A 73-year-old female patient was admitted to our hospital with tricuspid valve (TV) regurgitation grade IV. Past medical history revealed previous mechanical mitral valve replacement and implantation of a pacemaker. Clinically she had typical signs of chronic congestive right heart failure. Massive edema of the lower legs were detected during clinical examination. Preoperative echo confirmed severe TV regurgitation and normal function of the mechanical mitral valve. Coronary artery disease was excluded by coronary angiogram. CT scan demonstrated massive dilatation of the right heart chambers. The right ventricle was in part stuck to the sternum (Figure 1). CT scan further showed “cirrhose cardiaque” due to chronic right heart congestion. She was referred for reoperation with TV repair or replacement.
Median sternotomy for redo surgery is the standard access, and also in cases where the TV has to be addressed. However, as minimally invasive surgery for the atrio-ventricular valves and/or atrial septal defects as well as ablation therapy for atrial fibrillation has been the standard surgical access in our department for years (1-4), this technique has also been used in reoperations (5).
For TV surgery, avoidance of median sternotomy offers specific advantages. It avoids the risk of right heart damage during median sternotomy. In the case presented, this risk was considerable high due to the close adherence of the right ventricle to the sternum. Minimizing dissection of the heart also reduces the area of potential bleeding sites. Preserving the integrity of the massive dilated right ventricle in the surrounding tissue may also prevents further dilatation after TV repair or replacement and, therefore, right heart failure (5). Additionally, the risk of bleeding is increased due to chronic liver congestion with impaired liver function and synthesis of coagulation factors.
We also prefer reoperations for TV surgery on the beating heart when possible as our previous results have shown favorable outcome with this technique (6)
Following induction of anesthesia, a 16 F or 18 F arterial cannula (Edwards Lifesciences, Irvine, CA, USA) is inserted into the right internal jugular vein by the anesthetist (Figure 2). The size depends on the size of the internal jugular vein, as judged by ultrasound scanning. Location and insertion of the cannula is performed under direct and transesophageal echo (TOE) guidance and control. A bubble test confirms adequate position of the cannula. An additional 14 F Fogarty catheter (Edwards Lifescience, Irvine, CA, USA) is inserted through the superior vena cava (SVC) and initially positioned in the right atrium (RA) for later blockage of the SVC and, therefore induction of total cardiopulmonary bypass (CPB). The patient is then transferred from the induction room to the operation room.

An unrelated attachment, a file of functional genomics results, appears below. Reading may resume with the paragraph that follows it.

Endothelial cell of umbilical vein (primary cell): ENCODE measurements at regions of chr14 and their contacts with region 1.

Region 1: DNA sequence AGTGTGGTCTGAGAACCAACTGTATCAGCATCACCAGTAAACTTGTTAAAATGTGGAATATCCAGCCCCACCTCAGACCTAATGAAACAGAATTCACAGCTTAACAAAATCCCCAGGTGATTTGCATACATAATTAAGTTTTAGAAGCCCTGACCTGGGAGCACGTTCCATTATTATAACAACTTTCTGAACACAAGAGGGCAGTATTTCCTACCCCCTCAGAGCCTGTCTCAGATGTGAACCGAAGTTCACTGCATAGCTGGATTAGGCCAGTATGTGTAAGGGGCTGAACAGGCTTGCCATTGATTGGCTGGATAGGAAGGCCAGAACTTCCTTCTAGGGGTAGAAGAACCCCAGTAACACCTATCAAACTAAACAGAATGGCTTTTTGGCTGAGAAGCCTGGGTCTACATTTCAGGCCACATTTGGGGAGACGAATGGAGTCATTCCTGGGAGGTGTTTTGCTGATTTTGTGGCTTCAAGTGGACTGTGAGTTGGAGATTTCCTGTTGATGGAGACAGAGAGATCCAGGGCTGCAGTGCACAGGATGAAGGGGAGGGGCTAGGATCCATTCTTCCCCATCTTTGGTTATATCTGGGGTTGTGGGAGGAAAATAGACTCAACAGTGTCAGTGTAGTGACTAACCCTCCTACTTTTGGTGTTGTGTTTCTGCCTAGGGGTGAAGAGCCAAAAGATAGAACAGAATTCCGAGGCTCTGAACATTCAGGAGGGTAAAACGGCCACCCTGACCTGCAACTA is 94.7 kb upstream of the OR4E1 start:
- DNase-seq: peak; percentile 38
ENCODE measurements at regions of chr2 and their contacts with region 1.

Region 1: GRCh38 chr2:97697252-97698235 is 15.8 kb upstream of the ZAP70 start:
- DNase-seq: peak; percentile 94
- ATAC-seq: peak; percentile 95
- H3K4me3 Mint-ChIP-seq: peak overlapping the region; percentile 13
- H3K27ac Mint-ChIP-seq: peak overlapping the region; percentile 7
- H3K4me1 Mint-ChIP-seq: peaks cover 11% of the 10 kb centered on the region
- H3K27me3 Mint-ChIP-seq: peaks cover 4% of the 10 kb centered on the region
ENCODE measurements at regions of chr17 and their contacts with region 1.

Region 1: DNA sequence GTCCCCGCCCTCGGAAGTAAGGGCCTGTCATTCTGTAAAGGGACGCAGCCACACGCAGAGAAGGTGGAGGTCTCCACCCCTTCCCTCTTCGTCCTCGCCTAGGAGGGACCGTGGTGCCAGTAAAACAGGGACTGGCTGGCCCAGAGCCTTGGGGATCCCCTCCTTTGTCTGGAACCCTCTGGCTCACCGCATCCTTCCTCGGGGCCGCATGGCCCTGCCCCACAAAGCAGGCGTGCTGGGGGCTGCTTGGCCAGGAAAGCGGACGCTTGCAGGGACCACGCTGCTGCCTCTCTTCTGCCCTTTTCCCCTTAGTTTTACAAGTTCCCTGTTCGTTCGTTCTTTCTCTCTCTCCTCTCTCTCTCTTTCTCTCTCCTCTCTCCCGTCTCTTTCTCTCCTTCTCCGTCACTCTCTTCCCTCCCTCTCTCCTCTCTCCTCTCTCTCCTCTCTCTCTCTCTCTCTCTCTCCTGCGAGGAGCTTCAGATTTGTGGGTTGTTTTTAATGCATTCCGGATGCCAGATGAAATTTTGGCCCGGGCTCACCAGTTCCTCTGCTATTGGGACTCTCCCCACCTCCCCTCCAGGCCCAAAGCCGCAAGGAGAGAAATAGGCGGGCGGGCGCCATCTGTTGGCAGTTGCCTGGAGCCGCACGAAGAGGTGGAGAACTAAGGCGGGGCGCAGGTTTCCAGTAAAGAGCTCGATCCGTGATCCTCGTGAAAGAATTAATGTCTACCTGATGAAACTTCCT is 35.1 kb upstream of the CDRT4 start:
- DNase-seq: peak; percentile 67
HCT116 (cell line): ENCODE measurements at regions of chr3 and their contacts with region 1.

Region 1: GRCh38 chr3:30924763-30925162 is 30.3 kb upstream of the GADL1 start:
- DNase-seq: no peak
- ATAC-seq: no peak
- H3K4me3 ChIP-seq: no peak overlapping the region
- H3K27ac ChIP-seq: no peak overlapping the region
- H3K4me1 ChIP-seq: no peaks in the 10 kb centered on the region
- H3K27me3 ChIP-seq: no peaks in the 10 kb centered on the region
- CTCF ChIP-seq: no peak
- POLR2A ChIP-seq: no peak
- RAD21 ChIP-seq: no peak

The right femoral artery and vein are our standard target vessels in all minimally invasive procedures through a right antero-lateral incision (Figure 3). Following an oblique limited skin incision, the right femoral artery and vein are dissected superficially. The quality of the artery is judged by palpation. A 4/0 monofilament pure-string suture is placed on each vessel. We start with venous cannulation as this vessel might be positioned slightly posterior to the artery. Using the Seldinger technique, the guiding wire is advanced into the SVC under echo guidance. Dilatators of increasing size are used, before a 22 to 25 F venous cannula (Edwards Lifescience, Irvine, CA, USA) is advanced into the SVC, also under close echo control. Care has to be taken not to advance the cannula against any resistance. Arterial cannulation of a 16 to 22 F arterial cannula (Edwards Lifesciences, Irvine, CA, USA) follows the same principle. Echo control of guide wire position in the descending aorta is also crucial. The arterial cannula is safely secured to prevent any dislocation. CPB is initiated. An additional 14 F Fogarty catheter (Edwards Lifescience, Irvine, CA, USA) is also inserted through the inferior vena cava (IVC) into the RA.
Thoracotomy and visualization of the TV
Being on CPB, a limited right antero-lateral thoracotomy is performed. Lungs are deflated and the RA is identified by pushing on the atrial wall with a long forceps and echo control. Both Fogarty catheters are inflated with saline and retracted under echo control into the SVC and IVC to induce total CPB (Figure 4A,B). The pericardium is not dissected from the RA, but incised directly. Using a retractor, the TV is visualized and repair is being performed on the beating heart.